It takes a lot of people to put a movie together, all you have to do is look at the credits of any film (including this one) to see that hundreds make a contribution to what ultimately ends up on screen. The vision of a movie though is usually the responsibility of the director. Here the director and the star are the same person, so the focus is sharp and it is a chance to see how really involved the film maker is with the process. This guy is not a fluke. He did not get lucky with one great idea a few years ago with the concept of eating every meal at McDonalds for a month. In fact, this movie is not just another lucky stab in the dark either. When you watch how Morgan pitches his ideas, shows his advertising concepts and visualizes some sequences, it is clear this is a talented and creative man. His concepts for selling some of the products are so original and funny, I am sure he could be working for any of the big advertising firms in the country.

As a movie, these concepts are shown in creative ways that are pure cinema. When the fleet of Mini Coopers shows up, you will smile. Even something as simple as a talking head scene in a drug store becomes interesting, the way our hero puts it together. Maybe I am biased because outside of my work, the movies are where I put most of my focus. I am so worried right now about the future of motion pictures that it depresses me a little. Technology and a dearth of original material is draining the business of creativity. I like comic book movies but holy mackerel, we have a dozen super hero movies this year. I'm not sure that any movie series (with the exception of James Bond), should have several follow ups. This movie gives me hope. Not because the product placement issue is exposed ( which it really isn't, we are just much better informed about it then we were before) but because some one has had a creative idea and made it work.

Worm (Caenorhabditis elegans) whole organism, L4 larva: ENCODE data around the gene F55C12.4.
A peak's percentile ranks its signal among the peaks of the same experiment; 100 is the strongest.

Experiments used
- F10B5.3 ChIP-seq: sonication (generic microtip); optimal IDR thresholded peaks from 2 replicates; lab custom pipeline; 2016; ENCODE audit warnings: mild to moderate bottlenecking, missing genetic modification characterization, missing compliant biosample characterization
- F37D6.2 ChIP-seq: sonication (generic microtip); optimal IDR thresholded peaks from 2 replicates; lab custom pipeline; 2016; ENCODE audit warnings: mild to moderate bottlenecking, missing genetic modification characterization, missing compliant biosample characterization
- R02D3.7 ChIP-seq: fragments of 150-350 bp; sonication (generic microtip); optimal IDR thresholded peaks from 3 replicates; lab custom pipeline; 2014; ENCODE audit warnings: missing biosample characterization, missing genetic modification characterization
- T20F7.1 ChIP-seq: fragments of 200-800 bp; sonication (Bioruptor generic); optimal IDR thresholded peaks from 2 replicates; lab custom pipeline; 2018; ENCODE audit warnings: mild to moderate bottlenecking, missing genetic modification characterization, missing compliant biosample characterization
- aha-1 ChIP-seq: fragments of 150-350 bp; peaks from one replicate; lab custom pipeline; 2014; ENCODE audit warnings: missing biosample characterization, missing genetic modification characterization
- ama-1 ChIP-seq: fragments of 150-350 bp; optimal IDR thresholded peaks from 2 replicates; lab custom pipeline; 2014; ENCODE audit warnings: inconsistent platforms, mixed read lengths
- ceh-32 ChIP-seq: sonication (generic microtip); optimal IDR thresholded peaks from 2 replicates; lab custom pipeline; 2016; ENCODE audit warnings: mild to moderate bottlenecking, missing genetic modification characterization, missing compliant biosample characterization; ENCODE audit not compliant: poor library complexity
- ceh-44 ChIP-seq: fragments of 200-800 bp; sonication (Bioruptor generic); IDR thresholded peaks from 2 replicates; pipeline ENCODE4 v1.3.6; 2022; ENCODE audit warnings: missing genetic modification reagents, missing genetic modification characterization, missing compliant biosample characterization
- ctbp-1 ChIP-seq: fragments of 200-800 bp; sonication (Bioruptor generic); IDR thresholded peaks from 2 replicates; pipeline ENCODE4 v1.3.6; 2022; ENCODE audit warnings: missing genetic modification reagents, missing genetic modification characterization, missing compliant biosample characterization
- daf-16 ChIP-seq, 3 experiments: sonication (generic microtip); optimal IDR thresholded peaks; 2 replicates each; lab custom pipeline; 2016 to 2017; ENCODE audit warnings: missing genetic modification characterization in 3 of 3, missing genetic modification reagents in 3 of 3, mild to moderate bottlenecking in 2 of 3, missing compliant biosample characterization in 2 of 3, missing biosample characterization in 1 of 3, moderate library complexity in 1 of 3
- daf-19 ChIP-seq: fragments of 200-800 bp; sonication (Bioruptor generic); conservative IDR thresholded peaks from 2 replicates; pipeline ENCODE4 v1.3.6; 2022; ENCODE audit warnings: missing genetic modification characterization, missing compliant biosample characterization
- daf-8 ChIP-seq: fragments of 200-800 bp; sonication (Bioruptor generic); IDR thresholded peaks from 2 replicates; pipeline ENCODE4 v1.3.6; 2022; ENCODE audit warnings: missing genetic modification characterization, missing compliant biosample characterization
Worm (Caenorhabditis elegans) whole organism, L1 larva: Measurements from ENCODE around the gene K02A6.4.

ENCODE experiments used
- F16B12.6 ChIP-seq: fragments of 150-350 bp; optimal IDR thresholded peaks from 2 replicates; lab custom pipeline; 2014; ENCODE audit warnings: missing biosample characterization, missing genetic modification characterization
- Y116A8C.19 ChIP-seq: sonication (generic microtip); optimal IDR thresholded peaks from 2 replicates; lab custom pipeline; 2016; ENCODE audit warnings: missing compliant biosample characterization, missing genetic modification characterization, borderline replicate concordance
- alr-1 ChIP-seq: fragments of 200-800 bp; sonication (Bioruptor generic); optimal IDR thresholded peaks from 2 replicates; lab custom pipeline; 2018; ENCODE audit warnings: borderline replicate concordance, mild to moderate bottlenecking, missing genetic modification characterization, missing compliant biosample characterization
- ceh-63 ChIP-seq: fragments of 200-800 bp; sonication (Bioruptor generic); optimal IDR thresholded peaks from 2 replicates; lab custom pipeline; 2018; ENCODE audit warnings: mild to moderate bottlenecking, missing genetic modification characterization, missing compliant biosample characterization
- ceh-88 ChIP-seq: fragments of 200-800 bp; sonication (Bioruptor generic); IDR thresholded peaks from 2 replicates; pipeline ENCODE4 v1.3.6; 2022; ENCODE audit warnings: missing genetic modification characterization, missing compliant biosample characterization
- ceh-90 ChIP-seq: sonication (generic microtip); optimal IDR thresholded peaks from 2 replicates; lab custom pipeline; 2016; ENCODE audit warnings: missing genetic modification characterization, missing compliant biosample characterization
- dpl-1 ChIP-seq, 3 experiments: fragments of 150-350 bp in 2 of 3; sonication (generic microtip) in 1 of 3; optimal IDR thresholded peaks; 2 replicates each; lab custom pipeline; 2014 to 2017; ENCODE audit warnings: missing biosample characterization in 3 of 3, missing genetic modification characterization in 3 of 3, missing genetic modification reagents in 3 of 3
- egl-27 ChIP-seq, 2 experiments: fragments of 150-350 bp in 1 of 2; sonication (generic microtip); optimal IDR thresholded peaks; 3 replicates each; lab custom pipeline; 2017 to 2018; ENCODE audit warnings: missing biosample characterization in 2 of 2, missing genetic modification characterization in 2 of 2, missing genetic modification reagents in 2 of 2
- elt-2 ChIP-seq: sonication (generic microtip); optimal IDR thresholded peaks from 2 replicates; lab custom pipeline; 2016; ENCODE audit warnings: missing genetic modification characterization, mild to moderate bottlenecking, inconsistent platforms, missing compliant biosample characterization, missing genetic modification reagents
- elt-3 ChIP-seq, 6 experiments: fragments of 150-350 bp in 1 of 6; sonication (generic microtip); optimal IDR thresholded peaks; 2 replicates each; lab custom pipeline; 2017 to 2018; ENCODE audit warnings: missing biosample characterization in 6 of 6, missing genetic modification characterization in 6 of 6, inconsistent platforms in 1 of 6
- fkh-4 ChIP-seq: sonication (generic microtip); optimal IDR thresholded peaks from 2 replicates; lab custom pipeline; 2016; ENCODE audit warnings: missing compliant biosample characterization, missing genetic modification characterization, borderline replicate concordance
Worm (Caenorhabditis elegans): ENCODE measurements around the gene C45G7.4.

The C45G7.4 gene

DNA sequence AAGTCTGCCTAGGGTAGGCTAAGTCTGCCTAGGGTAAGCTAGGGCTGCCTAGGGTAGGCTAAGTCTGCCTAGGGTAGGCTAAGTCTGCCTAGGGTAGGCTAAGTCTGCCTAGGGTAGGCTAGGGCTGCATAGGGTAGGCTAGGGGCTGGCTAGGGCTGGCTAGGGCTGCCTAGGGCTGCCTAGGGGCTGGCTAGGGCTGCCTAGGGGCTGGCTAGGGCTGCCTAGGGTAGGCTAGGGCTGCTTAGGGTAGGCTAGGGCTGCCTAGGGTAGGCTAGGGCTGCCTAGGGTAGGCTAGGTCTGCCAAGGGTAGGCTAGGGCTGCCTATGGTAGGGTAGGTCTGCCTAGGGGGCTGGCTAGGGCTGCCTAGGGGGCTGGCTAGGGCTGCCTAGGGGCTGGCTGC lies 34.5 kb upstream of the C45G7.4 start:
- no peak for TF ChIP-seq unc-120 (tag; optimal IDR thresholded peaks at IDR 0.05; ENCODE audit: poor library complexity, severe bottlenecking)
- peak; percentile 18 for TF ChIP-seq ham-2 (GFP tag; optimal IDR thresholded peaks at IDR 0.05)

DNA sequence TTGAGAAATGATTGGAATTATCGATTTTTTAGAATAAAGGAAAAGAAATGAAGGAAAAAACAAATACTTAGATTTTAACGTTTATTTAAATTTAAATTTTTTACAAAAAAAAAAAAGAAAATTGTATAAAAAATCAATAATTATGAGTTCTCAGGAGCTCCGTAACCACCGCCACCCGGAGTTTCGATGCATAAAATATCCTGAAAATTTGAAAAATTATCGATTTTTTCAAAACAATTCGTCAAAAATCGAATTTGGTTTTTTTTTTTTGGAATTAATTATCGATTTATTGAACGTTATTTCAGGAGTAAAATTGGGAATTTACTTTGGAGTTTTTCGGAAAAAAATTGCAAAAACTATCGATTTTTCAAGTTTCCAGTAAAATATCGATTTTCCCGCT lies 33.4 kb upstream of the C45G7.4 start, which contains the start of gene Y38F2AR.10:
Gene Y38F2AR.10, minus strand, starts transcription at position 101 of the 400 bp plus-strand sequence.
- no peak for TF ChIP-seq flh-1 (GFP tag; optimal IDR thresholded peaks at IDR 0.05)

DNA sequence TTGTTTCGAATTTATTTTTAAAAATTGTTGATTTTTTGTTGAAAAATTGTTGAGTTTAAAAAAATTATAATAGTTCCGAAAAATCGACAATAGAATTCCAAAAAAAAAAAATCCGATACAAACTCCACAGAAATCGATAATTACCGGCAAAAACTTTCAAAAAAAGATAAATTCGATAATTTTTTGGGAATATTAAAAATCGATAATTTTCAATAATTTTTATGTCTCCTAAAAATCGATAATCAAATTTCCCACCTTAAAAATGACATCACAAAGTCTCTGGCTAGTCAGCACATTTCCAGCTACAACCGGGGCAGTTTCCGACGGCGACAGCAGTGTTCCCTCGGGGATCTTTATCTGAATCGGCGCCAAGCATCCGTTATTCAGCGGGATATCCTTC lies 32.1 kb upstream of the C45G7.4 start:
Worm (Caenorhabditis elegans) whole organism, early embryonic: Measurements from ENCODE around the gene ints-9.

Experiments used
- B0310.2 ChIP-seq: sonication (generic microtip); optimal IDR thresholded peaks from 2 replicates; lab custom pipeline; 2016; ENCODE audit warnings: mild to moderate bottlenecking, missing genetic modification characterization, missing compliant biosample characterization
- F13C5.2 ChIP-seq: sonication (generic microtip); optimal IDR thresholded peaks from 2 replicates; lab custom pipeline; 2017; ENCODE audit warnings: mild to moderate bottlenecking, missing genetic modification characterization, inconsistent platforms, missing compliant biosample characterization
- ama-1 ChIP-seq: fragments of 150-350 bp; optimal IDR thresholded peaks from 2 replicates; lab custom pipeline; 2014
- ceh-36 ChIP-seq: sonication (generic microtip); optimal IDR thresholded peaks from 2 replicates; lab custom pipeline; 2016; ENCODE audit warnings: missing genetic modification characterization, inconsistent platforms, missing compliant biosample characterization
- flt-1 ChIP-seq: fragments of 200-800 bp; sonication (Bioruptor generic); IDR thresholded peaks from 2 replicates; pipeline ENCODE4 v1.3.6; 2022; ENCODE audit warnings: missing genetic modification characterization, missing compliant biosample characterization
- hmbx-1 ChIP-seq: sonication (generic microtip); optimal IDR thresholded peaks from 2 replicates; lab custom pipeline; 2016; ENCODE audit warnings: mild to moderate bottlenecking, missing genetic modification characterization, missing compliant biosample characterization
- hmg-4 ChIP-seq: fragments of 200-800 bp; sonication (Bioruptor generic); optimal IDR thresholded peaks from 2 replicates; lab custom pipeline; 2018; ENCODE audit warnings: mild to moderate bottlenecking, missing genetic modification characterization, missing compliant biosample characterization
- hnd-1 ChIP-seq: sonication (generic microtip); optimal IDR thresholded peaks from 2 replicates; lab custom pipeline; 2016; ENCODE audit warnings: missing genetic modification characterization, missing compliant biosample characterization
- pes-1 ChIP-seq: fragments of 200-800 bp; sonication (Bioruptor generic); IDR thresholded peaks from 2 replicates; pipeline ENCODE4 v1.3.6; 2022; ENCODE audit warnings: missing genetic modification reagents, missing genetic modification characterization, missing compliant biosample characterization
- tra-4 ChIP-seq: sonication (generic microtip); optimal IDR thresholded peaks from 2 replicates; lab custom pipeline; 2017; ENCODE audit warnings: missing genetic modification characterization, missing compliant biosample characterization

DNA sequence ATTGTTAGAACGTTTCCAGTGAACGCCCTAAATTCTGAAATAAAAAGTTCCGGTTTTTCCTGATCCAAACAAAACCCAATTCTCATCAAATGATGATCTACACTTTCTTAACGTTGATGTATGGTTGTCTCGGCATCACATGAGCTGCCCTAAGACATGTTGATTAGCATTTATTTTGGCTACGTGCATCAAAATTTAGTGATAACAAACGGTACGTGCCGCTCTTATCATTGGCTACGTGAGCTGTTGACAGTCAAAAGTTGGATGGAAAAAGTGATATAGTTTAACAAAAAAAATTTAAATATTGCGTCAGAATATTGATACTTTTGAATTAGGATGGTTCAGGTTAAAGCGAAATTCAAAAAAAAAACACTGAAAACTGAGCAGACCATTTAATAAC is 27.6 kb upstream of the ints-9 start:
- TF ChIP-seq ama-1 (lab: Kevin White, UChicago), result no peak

There are at least a dozen big laughs in the movie, most of them intentional but a couple that may be unique to me (Noam Chomsky, really?). Even if you don't laugh out loud at all the things that are so ridiculous, you will smile at Spurlock's chutzpah and the enthusiasm he has for his own project. I did think there were too many forays into the political waters involving advertising. Did we really need a trip to South America to see the billboard ban in San Paolo? Overall though there is just too much fascinating behind the scenes content to be worried about the occasional burst of righteousness. The best part is that those hand wringers are not the film maker himself. He commits to the idea of the movie and lets the process of putting it together tell us the story. This is a fully satisfying comedy that takes down the pretensions of people on both sides and allows us to enjoy the process as a movie ought to do.

My daughter Amanda did an internship at a product placement firm. She is interested in working in this field. When I heard about the movie a year or so ago, I was interested but she seemed indifferent. Maybe she thought the movie was designed to blast the movie product placement business, or perhaps she is like me, a little worried that the field we immerse ourselves in was being attacked. She went with me last night to see this film. She enjoyed it nearly as much as I did. It is not a hard hitting expose of product and film marketing, it is a movie first. It raises issues that seem exaggerated to me, but that others deeply care about. If you want your documentary to be polemic, there is enough to satisfy you here. On the other hand, if you want to be entertained and learn some things along the way, this is right up your alley.